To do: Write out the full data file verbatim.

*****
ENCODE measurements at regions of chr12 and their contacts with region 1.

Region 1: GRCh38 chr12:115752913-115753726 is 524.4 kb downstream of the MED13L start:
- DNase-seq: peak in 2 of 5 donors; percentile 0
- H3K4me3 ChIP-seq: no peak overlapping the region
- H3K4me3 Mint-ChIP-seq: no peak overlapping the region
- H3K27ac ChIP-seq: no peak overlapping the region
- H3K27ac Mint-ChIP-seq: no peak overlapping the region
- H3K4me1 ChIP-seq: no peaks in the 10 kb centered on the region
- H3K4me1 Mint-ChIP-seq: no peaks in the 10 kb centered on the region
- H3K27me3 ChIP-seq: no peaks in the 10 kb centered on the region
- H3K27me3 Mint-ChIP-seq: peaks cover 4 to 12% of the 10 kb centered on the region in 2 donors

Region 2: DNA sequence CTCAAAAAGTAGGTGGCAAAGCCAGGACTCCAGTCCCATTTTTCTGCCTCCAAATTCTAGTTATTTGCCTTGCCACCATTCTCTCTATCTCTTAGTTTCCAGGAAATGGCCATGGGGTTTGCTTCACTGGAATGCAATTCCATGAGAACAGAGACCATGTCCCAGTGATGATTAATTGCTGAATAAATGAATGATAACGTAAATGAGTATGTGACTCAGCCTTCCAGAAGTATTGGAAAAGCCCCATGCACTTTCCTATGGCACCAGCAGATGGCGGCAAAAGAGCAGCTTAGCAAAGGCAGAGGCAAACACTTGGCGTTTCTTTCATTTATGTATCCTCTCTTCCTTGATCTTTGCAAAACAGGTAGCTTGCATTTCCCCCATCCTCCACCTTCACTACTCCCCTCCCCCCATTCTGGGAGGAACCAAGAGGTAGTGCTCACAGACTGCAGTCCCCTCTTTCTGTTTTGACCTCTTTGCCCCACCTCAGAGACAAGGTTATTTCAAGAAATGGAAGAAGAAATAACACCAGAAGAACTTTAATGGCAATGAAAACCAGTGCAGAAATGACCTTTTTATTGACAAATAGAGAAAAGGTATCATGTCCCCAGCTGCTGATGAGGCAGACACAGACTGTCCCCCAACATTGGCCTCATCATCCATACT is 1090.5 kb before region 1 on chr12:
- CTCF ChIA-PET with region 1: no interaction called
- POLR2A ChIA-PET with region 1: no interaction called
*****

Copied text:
ENCODE measurements at regions of chr12 and their contacts with region 1.

Region 1: GRCh38 chr12:115752913-115753726 is 524.4 kb downstream of the MED13L start:
- DNase-seq: peak in 2 of 5 donors; percentile 0
- H3K4me3 ChIP-seq: no peak overlapping the region
- H3K4me3 Mint-ChIP-seq: no peak overlapping the region
- H3K27ac ChIP-seq: no peak overlapping the region
- H3K27ac Mint-ChIP-seq: no peak overlapping the region
- H3K4me1 ChIP-seq: no peaks in the 10 kb centered on the region
- H3K4me1 Mint-ChIP-seq: no peaks in the 10 kb centered on the region
- H3K27me3 ChIP-seq: no peaks in the 10 kb centered on the region
- H3K27me3 Mint-ChIP-seq: peaks cover 4 to 12% of the 10 kb centered on the region in 2 donors

Region 2: DNA sequence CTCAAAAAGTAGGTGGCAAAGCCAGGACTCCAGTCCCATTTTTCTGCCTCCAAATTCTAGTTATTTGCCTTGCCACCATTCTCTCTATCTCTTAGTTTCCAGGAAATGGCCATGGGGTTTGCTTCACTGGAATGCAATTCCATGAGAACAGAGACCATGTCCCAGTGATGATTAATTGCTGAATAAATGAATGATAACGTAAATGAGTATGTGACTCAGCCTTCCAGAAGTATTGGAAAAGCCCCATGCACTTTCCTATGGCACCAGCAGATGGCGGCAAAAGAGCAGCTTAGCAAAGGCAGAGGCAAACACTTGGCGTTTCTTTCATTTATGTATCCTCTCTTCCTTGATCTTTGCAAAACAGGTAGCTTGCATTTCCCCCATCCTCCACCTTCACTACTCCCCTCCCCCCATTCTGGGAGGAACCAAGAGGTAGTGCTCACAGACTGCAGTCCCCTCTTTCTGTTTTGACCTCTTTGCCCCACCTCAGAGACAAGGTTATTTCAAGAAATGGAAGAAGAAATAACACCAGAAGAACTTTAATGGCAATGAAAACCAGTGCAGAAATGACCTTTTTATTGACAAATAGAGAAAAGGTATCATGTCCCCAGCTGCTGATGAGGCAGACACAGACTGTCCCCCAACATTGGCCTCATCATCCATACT is 1090.5 kb before region 1 on chr12:
- CTCF ChIA-PET with region 1: no interaction called
- POLR2A ChIA-PET with region 1: no interaction called